Like the back of my hand - les doigts dans le nez Let’s start with another member in the family of nose related idioms; “les doigts dans le nez” signifies being able to do something really easily—specifically, doing these things with “fingers in the nose.” I don’t recommend testing if you can do certain things with your fingers in your nose in public, however, I will never discourage private experimentation.
Splitting hairs - chercher la petite bête This one translates to “to look for the little beast,” meaning always looking for something wrong to complain about, but I actually am looking for a little beast, particularly one like in the Disney animated feature Beauty and the Beast, so if you know anyone who fits that description, please contact me, I am single.
I give up - donner sa langue au chat An idiom for cat-lovers. We’re used to “Cat got your tongue?” but this phrase somewhat implies a greater level of consent: “donner sa langue au chat” means “to give one’s tongue to the cat.” If at any point you give up reading this blog, this would be the most relevant and logical place to do that.
In the words of Salt-N-Pepa, it’s None Of Your Business - s’occuper de ses oignons Based on how delicious French onion soup is, and how much I never want to share it, this idiom makes a lot of sense. Literally, “s’occuper de ses oignons” translates to “to take care of one’s own onions” and it is used in situations in which someone is all up in your onion soup/business in general. Okay, fine, you can have some of my soup, just do not take any of the cheese.
If we were the seven dwarves, I would totally be Grumpy - avoir un pet de travers “Avoir un pet de travers” is the favorite of the five year old within me. It is also the favorite of twenty year old me (okay, I’m only nineteen), especially because I am getting tired of being called a “curmudgeon.” Instead, when I’m being moody and cranky, just tell me that I’m farting sideways (the literal translation) and I’ll perk up real fast!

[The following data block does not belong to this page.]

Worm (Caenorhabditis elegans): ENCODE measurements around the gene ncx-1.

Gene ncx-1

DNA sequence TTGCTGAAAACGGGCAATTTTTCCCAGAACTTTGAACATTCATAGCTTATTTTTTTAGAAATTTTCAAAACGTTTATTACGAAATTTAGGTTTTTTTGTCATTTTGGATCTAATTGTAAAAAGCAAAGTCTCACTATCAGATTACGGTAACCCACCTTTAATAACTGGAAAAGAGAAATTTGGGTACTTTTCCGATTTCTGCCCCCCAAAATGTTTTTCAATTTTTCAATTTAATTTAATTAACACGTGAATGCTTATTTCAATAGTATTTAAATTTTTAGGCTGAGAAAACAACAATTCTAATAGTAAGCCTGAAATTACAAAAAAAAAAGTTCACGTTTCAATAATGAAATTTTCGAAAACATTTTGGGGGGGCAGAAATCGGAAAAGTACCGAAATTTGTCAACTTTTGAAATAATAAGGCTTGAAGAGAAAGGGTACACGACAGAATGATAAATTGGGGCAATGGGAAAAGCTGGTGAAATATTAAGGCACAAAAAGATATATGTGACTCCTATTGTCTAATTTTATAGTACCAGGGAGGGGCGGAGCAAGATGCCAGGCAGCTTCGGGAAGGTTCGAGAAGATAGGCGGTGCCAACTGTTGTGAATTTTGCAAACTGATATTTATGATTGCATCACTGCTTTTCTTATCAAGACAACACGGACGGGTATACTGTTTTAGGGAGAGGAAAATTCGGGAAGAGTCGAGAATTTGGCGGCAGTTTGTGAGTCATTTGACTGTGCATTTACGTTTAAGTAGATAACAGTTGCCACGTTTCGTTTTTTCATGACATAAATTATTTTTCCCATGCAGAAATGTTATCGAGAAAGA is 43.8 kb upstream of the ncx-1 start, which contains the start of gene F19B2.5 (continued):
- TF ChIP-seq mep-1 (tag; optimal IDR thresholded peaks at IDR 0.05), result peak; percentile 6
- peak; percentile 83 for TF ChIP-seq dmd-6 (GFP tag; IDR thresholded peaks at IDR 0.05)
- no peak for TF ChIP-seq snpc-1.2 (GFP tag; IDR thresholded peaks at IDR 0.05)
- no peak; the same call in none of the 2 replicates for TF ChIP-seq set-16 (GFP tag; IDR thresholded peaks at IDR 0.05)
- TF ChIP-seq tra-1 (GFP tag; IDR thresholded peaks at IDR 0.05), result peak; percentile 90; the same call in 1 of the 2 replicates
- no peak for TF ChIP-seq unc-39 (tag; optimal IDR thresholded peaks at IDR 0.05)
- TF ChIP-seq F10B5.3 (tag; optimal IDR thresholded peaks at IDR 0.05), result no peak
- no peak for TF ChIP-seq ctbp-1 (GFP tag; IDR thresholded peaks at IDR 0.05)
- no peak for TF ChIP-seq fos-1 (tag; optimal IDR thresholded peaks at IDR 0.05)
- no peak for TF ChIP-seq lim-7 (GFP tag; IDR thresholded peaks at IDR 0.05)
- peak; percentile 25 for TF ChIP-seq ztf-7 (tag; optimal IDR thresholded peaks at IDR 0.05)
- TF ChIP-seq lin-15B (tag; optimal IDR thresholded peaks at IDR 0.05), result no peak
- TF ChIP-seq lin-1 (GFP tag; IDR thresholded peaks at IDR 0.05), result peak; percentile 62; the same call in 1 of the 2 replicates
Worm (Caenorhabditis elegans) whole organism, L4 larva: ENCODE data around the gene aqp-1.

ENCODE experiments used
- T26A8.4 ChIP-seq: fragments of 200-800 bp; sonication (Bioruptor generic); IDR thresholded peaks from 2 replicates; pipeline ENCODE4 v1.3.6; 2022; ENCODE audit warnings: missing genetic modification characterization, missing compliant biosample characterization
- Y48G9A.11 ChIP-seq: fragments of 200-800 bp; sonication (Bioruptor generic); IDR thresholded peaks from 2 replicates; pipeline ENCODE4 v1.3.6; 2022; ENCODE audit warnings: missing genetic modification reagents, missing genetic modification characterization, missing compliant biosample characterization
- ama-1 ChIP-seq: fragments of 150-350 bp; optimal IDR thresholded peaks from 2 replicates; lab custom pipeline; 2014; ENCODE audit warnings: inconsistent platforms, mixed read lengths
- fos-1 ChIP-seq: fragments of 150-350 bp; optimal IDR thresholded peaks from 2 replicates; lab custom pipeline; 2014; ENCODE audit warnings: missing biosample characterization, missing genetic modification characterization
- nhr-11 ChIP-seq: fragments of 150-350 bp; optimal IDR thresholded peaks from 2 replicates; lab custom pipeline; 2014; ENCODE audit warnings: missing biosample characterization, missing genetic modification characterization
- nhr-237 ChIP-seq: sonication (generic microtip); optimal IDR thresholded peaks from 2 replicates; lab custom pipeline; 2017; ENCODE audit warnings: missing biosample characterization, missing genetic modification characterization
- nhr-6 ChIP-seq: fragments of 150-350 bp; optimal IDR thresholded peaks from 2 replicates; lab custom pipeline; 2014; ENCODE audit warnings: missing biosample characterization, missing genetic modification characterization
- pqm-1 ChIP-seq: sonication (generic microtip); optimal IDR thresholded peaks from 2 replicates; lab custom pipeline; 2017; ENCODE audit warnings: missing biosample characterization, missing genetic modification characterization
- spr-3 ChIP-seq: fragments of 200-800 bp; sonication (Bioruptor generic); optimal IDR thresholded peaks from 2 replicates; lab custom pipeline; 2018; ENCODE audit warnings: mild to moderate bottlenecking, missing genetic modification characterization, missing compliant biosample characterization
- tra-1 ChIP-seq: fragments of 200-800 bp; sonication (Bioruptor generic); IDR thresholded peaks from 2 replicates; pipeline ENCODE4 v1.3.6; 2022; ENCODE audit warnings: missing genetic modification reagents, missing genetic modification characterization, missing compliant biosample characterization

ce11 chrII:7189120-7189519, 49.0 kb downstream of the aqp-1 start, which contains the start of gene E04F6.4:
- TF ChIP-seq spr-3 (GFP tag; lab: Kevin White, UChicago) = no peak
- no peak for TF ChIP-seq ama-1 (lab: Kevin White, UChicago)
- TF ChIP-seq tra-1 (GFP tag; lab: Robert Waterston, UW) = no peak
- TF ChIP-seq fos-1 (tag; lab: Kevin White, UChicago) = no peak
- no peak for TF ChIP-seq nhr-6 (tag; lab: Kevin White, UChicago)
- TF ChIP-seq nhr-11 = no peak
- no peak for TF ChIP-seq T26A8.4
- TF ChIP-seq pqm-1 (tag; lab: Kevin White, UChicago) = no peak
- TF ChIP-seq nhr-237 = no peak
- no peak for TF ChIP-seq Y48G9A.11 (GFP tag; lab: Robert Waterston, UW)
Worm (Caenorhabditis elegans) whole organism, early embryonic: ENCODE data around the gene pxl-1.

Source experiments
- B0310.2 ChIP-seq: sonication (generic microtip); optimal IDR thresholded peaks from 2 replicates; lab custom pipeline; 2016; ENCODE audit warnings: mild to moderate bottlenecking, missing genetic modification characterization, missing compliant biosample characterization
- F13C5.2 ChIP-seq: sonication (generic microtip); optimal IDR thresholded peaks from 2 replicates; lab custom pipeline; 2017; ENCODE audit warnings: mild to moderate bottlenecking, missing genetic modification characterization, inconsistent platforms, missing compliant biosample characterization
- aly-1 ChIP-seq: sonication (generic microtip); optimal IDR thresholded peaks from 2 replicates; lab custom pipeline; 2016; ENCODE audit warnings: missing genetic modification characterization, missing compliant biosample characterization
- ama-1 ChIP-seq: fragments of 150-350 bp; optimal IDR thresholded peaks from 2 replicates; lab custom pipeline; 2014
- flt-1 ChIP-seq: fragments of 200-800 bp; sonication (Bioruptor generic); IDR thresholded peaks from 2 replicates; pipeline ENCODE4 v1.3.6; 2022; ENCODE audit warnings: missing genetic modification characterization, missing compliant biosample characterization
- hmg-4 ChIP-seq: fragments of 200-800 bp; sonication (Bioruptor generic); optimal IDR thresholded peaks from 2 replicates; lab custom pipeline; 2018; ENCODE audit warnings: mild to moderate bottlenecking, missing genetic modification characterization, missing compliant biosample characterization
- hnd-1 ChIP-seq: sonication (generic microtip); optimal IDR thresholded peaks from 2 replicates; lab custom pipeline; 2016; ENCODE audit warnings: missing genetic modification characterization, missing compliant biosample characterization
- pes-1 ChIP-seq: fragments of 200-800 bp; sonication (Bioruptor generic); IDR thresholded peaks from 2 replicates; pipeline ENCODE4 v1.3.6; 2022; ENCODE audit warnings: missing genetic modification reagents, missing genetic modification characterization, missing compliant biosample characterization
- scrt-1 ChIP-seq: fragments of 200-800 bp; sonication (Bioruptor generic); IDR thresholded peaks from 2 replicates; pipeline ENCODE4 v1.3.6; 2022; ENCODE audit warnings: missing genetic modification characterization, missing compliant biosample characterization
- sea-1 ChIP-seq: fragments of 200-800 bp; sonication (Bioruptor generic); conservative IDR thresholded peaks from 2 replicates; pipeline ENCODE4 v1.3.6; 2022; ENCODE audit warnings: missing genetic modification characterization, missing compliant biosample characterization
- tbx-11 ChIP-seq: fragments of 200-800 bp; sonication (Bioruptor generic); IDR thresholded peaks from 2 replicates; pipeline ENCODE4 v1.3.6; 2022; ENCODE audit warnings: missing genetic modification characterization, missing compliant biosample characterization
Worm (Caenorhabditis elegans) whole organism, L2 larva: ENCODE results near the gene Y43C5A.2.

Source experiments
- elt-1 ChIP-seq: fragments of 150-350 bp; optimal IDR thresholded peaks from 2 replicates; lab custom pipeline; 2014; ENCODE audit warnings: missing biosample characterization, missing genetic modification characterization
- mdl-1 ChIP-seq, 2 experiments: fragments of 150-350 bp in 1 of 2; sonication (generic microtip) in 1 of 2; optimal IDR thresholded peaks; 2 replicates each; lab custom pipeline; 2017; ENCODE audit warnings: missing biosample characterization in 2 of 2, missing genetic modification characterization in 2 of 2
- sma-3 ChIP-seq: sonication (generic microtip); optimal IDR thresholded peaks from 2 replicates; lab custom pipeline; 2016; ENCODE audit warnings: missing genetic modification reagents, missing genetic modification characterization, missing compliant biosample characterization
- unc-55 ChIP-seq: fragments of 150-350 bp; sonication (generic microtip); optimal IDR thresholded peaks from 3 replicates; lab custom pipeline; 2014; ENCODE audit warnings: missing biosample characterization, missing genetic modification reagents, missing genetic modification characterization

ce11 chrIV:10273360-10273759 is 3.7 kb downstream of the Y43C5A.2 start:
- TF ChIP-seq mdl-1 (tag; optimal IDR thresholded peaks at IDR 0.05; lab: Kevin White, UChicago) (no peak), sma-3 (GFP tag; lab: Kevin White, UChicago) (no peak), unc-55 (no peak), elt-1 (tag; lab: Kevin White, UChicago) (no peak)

An unstable strawberry -sucrer les fraises As one of the many students in this world with a lot of work and little sleep, I am often a pretty wobbly person. In fact, if I counted to find out what my most-said phrase in a day is, it could very well be, “I feel a bit faint-y.” But French-speakers have made this blurry, dizzy state of being sound pretty cute: “Sucrer les fraises” translates to “to sugar the strawberries” and indicates that state of wobbliness we all pretend we aren’t experiencing to seem more on top of our lives than we actually are.
Step on it! - appuyer sur le champignon The next time you find yourself in the midst of an adrenaline pumping, high-stakes car chase, remember to shout this phrase at your taxi driver/rickshaw operator/mom. “Appuyer sur le champignon,” or “to press on the mushroom,” is used to denote driving very fast and accelerating.
Go away - aller se faire cuire un œuf I know I said that the farting sideways idiom was my favorite, but I actually just decided that was a lie. Rather, this one is my favorite. It is not only a phrase that I certainly need in my life more often, but it also has delicious results (depending on where the person you’re talking to is on the scale from one to Amelia Bedelia). “Aller se faire cuire un œuf” translates to “go cook yourself an egg” and is utilized in the place of “leave me alone.” With that said, that’s eight idioms for you—now go cook yourself an egg.